The phrase first appeared in Roman poet Horace’s Odes Book I, which used agricultural metaphors to urge people to embrace the day. Horace was a follower of Epicureanism, a philosophy taught by Epicurus. It was based on the idea that pleasure is the most important thing in life and is attained through simple living. The phrase “carpe diem” was used by Lord Byron in 1817 and was later popularized by the movie The Dead Poets Society. Today, the original meaning of the phrase is long forgotten and encourages people to grab opportunities and live life to the fullest . . . with no regard to the future.
5. Children Should Be Seen And Not Heard
Actually: A maid should be seen, but not heard.
Few know that the original proverb of “children should be seen and not heard” was once “a mayde schuld be seen, but not herd” (a maid should be seen and not heard). Thus, it was young women who were meant to keep quiet.
The saying “Hyt ys old Englysch sawe: A mayde schuld be seen, but not herd” was first recorded in a 15th-century collection of sermons that were written by an Augustinian clergyman, John Mirk. A “sawe” was a medieval term for a saying or a proverb.
To better understand why exactly it is that we say children instead of maiden today, we need to look at the word “mayde” and its meaning. Today, we associate the word maiden with a young, unmarried woman. But, back in the day, it could have been any woman in any context, and could have also meant children. Interestingly enough, it could have also referred to celibate men.
4. Mend Fences
Actually: Good fences make good neighbors.
The often-used proverb “mend fences” was originally influenced by the earlier proverb “good fences make good neighbors.” The latter had been listed by Oxford Dictionary of Quotations as a mid-17th century proverb. “Good fences make good neighbors” initially meant that neighbors respected one another`s property by building fences, which reduced the possibility of disputes over adjoining land. The proverb was later popularized by Robert Frost in his 1914 poem “Mending Walls.”
The shortened version is most commonly attributed to the American senator John Sherman. In 1879, he returned home to Mansfield, Ohio, and made a speech in which he included the phrase, “I have come home to look after my fences.” Whether Sherman did indeed return home to solely look after his fences or not didn’t really matter. Most people interpreted the phrase as a way of implying that he had returned home for political reasons, most specifically to acquire support in the upcoming elections. Shortly after, the phrase “mending fences” had come to mean looking after your interests. However, in the 20th century, the phrase came to mean the rebuilding of previously good relationships.
3. Money Is The Root Of All Evil
Actually: The love of money is the root of all evil.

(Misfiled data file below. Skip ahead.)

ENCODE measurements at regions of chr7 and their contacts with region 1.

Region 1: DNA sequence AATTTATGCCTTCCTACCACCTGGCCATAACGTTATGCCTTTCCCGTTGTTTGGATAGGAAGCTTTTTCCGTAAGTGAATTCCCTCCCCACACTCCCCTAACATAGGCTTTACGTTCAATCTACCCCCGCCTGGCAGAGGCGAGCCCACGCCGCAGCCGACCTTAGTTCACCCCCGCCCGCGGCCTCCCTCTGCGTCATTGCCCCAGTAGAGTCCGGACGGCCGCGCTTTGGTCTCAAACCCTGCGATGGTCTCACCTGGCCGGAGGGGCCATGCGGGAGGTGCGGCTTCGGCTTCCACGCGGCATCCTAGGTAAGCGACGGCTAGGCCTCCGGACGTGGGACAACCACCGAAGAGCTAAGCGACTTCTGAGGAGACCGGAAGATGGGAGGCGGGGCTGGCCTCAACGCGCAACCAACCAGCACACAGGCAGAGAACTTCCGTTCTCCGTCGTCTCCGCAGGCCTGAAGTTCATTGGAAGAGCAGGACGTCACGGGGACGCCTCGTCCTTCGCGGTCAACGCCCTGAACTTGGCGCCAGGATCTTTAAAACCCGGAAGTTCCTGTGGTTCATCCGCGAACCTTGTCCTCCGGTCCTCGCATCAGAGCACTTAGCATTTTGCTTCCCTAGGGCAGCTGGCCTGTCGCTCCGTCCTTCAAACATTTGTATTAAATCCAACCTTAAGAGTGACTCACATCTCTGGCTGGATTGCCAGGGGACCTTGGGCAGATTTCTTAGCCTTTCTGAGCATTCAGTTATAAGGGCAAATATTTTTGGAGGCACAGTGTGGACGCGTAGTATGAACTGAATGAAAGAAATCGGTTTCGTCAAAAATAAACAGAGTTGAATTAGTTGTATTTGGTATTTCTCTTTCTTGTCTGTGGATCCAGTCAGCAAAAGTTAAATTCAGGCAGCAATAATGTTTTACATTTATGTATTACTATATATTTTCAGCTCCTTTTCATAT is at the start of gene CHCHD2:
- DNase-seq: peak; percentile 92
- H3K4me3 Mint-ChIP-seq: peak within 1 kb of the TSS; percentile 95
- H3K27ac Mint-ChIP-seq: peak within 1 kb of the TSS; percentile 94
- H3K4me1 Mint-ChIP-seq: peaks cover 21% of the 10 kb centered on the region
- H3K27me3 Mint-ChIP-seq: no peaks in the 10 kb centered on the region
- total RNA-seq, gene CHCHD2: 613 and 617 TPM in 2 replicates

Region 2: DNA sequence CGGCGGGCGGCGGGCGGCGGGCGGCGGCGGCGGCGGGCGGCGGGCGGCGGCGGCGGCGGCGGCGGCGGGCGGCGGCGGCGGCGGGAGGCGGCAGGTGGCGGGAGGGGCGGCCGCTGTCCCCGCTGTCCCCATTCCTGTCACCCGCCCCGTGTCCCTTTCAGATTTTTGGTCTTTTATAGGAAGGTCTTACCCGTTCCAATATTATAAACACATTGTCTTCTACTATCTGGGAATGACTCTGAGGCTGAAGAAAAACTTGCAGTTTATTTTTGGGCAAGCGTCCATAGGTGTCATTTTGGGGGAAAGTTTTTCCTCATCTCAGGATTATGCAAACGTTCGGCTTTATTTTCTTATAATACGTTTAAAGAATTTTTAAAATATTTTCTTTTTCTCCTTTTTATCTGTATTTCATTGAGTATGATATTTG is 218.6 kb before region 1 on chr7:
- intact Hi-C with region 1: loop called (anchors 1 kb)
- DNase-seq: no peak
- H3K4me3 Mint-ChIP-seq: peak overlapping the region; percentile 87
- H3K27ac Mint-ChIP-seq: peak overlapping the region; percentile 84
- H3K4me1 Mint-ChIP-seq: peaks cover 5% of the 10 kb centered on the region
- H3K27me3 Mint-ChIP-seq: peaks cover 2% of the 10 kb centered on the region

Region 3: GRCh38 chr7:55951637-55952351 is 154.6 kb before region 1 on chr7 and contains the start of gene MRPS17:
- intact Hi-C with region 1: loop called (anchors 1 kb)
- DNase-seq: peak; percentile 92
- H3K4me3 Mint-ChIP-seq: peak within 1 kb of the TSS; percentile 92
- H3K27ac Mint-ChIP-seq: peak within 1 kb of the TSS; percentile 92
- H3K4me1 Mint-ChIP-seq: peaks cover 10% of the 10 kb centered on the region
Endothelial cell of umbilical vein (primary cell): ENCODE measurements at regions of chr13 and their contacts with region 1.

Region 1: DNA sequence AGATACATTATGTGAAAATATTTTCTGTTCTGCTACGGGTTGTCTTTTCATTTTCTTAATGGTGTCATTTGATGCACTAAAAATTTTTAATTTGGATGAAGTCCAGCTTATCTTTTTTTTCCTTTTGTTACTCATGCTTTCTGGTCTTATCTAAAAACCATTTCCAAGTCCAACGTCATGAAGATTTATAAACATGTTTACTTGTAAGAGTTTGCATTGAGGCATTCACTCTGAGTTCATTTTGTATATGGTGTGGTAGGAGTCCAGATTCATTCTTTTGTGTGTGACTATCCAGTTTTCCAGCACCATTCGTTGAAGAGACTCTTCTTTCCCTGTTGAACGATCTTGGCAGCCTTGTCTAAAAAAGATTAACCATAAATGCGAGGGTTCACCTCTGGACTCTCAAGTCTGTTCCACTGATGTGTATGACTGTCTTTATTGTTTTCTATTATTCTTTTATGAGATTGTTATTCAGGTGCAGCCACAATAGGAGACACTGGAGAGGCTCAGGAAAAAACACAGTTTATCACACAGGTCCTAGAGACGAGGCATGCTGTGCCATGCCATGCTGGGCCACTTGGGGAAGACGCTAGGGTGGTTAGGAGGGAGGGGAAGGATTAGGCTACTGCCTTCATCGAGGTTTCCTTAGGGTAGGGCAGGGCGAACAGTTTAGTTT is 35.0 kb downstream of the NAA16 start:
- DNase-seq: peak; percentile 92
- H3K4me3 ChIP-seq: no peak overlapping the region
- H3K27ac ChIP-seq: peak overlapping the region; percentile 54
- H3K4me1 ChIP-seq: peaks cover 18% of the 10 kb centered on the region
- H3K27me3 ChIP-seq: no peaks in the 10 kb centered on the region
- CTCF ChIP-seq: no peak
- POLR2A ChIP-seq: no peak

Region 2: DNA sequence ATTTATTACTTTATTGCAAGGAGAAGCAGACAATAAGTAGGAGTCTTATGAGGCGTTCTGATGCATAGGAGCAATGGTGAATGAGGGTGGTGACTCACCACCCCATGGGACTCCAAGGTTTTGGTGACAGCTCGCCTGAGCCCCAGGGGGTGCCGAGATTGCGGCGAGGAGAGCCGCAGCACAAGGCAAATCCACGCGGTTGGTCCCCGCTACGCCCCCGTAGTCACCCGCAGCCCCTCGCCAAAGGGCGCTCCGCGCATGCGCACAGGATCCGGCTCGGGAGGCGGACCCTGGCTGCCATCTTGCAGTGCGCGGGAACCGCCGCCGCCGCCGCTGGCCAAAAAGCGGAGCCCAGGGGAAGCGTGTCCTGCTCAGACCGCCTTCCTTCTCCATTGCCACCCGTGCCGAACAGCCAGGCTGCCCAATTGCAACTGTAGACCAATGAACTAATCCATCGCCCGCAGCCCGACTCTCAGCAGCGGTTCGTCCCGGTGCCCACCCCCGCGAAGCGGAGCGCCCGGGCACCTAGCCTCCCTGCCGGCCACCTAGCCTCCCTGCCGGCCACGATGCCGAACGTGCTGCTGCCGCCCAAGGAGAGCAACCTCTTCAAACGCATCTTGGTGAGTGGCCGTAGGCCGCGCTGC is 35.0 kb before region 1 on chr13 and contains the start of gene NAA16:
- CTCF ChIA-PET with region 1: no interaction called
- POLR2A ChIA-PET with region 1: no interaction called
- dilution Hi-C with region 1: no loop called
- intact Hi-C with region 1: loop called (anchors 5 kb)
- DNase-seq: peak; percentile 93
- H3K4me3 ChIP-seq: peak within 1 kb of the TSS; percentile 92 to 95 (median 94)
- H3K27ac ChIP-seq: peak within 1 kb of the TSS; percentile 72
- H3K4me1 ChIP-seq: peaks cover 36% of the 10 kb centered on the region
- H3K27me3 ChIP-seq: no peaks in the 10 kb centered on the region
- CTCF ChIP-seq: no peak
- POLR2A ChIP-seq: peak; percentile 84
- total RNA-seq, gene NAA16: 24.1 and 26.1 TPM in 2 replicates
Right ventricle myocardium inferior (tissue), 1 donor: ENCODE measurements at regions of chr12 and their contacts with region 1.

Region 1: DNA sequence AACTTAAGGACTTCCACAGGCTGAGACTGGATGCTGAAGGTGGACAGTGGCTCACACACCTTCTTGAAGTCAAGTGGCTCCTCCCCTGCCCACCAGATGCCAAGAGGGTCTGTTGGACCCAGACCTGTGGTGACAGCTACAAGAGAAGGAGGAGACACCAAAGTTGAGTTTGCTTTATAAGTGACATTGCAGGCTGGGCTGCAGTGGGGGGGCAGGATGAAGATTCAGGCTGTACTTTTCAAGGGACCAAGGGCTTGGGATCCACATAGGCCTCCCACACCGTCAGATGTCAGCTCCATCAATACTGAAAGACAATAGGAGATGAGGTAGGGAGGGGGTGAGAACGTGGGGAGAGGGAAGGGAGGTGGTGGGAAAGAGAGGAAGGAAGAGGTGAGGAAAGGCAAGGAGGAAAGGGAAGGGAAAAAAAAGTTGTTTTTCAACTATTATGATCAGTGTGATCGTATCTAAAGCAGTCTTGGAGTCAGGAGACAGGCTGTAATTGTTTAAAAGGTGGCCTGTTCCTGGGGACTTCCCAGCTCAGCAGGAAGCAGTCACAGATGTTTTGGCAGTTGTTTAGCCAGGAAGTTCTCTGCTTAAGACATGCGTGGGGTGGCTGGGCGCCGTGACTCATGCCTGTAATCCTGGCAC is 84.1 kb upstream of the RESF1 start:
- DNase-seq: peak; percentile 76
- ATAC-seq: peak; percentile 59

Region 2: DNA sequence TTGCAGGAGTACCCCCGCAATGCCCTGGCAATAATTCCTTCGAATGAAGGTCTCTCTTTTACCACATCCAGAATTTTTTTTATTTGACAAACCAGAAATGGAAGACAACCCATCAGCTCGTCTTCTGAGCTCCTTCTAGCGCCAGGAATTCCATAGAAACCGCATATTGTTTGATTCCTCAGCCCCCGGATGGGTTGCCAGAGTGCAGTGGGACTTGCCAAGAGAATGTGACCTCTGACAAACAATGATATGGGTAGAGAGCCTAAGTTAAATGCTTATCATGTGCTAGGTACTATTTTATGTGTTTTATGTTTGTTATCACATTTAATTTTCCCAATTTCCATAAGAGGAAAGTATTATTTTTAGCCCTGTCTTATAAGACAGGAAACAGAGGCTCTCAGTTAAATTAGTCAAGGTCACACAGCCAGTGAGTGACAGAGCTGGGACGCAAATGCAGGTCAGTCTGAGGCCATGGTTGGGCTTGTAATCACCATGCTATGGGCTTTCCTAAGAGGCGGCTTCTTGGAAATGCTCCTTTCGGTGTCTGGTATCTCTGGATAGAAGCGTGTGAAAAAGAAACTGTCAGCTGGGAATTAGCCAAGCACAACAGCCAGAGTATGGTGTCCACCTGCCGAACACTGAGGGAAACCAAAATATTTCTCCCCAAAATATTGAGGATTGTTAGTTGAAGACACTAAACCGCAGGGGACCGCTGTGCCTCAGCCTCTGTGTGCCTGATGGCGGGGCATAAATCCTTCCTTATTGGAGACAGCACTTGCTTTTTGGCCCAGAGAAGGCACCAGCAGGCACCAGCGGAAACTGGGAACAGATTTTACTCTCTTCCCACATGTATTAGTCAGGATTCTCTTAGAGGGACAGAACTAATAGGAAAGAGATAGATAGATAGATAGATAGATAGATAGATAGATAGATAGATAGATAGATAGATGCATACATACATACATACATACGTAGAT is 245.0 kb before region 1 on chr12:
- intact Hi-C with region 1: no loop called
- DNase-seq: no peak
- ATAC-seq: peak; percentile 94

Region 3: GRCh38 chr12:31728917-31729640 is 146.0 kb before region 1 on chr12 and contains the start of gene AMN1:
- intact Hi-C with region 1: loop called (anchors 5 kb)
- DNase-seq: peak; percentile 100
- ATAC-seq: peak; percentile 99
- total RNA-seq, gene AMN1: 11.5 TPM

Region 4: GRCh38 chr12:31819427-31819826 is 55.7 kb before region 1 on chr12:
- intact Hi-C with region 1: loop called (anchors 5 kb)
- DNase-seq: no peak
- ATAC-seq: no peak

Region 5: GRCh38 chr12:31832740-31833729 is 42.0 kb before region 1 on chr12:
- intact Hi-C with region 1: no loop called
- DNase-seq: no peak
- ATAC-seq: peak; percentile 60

According to the proverb “money is the root of all evil,” all the immorality and wickedness of the world is caused by money. However, the phrase is a misquotation from the Bible, with the actual phrase being “the love of money is the root of all evil.” It means that evil and immorality are caused by peoples’ love of money, and not by money itself.
Other translations modify “the root of all evil” to “the root of all kinds of evil” or “a root of all kinds of evil.” In respect to the latter alteration, it is said that there is apparently no “the” in front of the word root in the original language of the Bible. Thus, the phrase “the love of money is a root of all kinds of evil” is even further away from the false teaching of the proverb as most of us use it today.
Wealth is morally neutral, and there’s nothing wrong with money or the possession of money. It is only when money begins to control us that we should, according to the Bible, become concerned.
2. The Truth Shall Set You Free
Actually: Same text, but with a different meaning.
Today, this phrase is often used to encourage people to reveal the truth, presumably after they lied, in order to feel better. It comes from the Bible, and different variations do exist, depending on the translation. It is a popular phrase and is used by many, regardless of whether or not they have read the Bible.
However, the original context of the phrase had very little to do with lying at all. In fact, the phrase is actually the end of a longer statement. Initially, the “truth” was meant to represent Christianity, God, or Jesus, and the “freedom” referred to any impediments, such as sin or ignorance. Thus, “the truth will set you free” originally meant that if you become a Christian, the truth (Jesus), will set you free from the slavery of sin.
1. Speak Of The Devil
Actually: Speak of the devil and he will appear.
Today, the saying “speak of the devil” is used as a way of acknowledging the coincidence of a person arriving at the exact time they were being talked about by others. Nothing sinister is implied by the phrase, and the word “devil” is simply used as a term of expression. However, prior to the 20th century, the original proverb carried a slightly more ominous meaning.
The original phrase, “speak of the devil and he will appear,” was seen in various Latin and Old English texts from the 16th century. It was first recorded by Giovanni Torriano in Piazza Universale in 1666 as, “The English say, Talk of the Devil, and he’s presently at your elbow.” The proverb was well known by the mid-17th century and expressed the belief that it was dangerous to talk about or mention the devil by name. While most people did not express their belief that the pure mention of the devil’s name itself would cause him to appear, his reference was still thought to be unlucky and best to be avoided.
It was around the 19th century that the original meaning of the phrase began to wane. Instead, it began to serve as a warning against eavesdropping.